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signed and dated 'Riley 72' (on the lower left turning edge); signed again, titled and dated again 'Arcane 1972 Riley' (on the reverse); signed again and titled again 'Arcane Riley' (on the stretcher)
acrylic emulsion on canvas
39 x 37 1/2 in. (99.1 x 95.3 cm.)
Painted in 1972
Galerie Beyeler, Basel.
Private collection, United Kingdom (acquired from the above, March 1975).
Anon. sale, Christie's, London, 27 June 2002, lot 29.
Acquired at the above sale by the late owner
R. Kudielka, A. Tommasini and N. Naish, Bridget Riley: The Complete Paintings, Volume 1 1959-1973, London, 2018, p. 378, no. BR 153 (illustrated in color, p. 379).
Manchester, Whitworth Art Gallery; Sheffield, Mappin Art Gallery; Durham, DLI Museum and Arts Center; Edinburgh, Scottish National Gallery of Modern Art; Birmingham, City Museum and Art Gallery; Letchworth, Museum and Art Gallery and Bristol, City Art Gallery and Arnolfini Gallery, Bridget Riley: Paintings and Drawings 1961-1973, April 1973-January 1974.
Basel, Galerie Beyeler, Bridget Riley, February-March 1975.
Buffalo, Albright-Knox Art Gallery; Dallas Museum of Fine Art; Purchase, Neuberger Museum; Sydney, Art Gallery of New South Wales; Perth, Art Gallery of Western Australia and Tokyo, National Museum of Modern Art, Bridget Riley. Works 1959-78, September 1978-March 1980.
Milan, Palazzo Reale, Arte inglese oggi 1960-1976, February-March 1976.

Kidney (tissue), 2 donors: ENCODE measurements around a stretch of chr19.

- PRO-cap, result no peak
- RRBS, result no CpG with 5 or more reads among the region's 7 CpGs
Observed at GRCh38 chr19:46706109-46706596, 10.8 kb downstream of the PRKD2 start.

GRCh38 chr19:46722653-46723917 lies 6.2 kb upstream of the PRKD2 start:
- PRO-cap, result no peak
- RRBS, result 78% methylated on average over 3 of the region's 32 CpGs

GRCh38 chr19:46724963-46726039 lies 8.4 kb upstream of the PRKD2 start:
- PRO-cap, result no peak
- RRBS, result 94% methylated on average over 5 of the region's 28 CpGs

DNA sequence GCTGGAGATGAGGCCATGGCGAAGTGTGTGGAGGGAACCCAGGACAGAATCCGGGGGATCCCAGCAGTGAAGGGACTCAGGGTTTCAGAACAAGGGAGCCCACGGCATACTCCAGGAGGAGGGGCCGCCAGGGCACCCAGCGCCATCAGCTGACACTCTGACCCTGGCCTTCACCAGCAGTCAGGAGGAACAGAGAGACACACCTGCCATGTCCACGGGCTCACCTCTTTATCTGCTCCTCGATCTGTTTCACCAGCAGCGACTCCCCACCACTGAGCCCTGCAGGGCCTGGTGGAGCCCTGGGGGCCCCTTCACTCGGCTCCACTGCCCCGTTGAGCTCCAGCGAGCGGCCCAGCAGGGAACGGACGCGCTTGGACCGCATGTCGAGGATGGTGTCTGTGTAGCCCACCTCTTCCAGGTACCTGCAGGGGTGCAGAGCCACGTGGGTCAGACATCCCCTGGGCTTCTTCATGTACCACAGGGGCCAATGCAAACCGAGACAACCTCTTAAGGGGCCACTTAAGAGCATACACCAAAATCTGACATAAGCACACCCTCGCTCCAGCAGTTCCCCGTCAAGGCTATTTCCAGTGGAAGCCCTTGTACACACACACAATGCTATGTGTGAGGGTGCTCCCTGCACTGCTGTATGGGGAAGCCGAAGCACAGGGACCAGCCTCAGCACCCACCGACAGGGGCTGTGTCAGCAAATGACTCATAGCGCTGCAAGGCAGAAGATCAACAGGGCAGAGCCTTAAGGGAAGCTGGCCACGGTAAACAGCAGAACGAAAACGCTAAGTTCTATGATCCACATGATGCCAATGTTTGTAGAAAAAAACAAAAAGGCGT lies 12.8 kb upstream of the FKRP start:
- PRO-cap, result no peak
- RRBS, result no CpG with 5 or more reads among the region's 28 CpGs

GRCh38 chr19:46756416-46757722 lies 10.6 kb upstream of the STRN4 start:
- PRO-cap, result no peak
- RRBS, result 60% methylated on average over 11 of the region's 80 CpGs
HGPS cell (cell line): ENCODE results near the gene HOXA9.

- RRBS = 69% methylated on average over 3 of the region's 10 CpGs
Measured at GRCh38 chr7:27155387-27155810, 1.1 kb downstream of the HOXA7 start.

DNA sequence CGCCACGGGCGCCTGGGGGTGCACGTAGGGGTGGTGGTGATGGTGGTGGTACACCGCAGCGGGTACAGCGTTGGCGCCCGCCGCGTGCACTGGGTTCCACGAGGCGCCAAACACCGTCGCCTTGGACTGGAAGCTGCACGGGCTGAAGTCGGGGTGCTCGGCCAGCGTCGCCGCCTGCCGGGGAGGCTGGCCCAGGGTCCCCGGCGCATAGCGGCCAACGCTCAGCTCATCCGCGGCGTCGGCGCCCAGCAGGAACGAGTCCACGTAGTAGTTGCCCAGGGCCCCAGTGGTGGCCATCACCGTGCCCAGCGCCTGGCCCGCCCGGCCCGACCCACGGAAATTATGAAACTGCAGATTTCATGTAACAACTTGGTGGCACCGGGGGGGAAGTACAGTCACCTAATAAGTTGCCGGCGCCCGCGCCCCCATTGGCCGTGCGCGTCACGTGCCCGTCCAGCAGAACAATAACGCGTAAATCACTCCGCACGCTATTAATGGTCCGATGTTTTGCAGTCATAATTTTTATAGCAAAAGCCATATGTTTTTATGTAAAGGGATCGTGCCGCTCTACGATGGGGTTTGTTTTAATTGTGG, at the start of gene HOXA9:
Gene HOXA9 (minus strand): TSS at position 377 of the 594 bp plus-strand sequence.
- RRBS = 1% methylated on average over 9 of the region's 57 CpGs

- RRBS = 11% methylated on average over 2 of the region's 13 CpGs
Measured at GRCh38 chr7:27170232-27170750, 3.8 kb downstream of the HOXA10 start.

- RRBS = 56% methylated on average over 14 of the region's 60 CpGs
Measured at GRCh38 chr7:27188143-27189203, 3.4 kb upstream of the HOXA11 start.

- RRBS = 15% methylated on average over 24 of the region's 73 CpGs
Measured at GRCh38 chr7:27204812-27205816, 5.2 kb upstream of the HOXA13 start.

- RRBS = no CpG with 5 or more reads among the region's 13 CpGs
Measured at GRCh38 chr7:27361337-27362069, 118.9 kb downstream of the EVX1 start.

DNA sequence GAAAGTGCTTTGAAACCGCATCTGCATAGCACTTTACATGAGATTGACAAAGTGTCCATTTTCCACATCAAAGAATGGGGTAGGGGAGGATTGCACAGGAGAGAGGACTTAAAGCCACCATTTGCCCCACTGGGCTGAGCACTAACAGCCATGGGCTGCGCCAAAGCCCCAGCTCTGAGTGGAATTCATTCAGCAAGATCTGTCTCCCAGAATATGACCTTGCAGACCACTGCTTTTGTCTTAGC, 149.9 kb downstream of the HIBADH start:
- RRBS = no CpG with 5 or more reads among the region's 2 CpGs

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Max Carter
Max Carter Vice Chairman, 20th and 21st Century Art, Americas

Lot Essay

Comprising twisted ribbons of blue, pink and green that alternate with thick bands of black, Arcane is a rare, unique work that occupies pivotal territory in Bridget Riley’s oeuvre. Painted in 1972, it belongs to a small group of paintings that marked an ambitious new chapter in her practice. In these works, Riley added a new dimension to her stripe paintings by wrapping multiple strands of color around one another within single bands. The effect, as seen here, was one of profound motion and depth, anticipating the technical complexity of the “curve” paintings that came to dominate her practice later that decade. Taking its place alongside examples held in the Museu Coleção, Berardo, Lisbon and the Bechtler Museum of Modern Art, Charlotte, the present work is the only one of its kind to feature exclusively black stripes in between the colored segments. Against their dark forms, Riley’s hues glow brightly, yielding luminous clouds of purple and orange that seem to hover in front of the canvas. The work was included in her major 1978 retrospective, which toured museums across America, Australia and Japan over a two year period.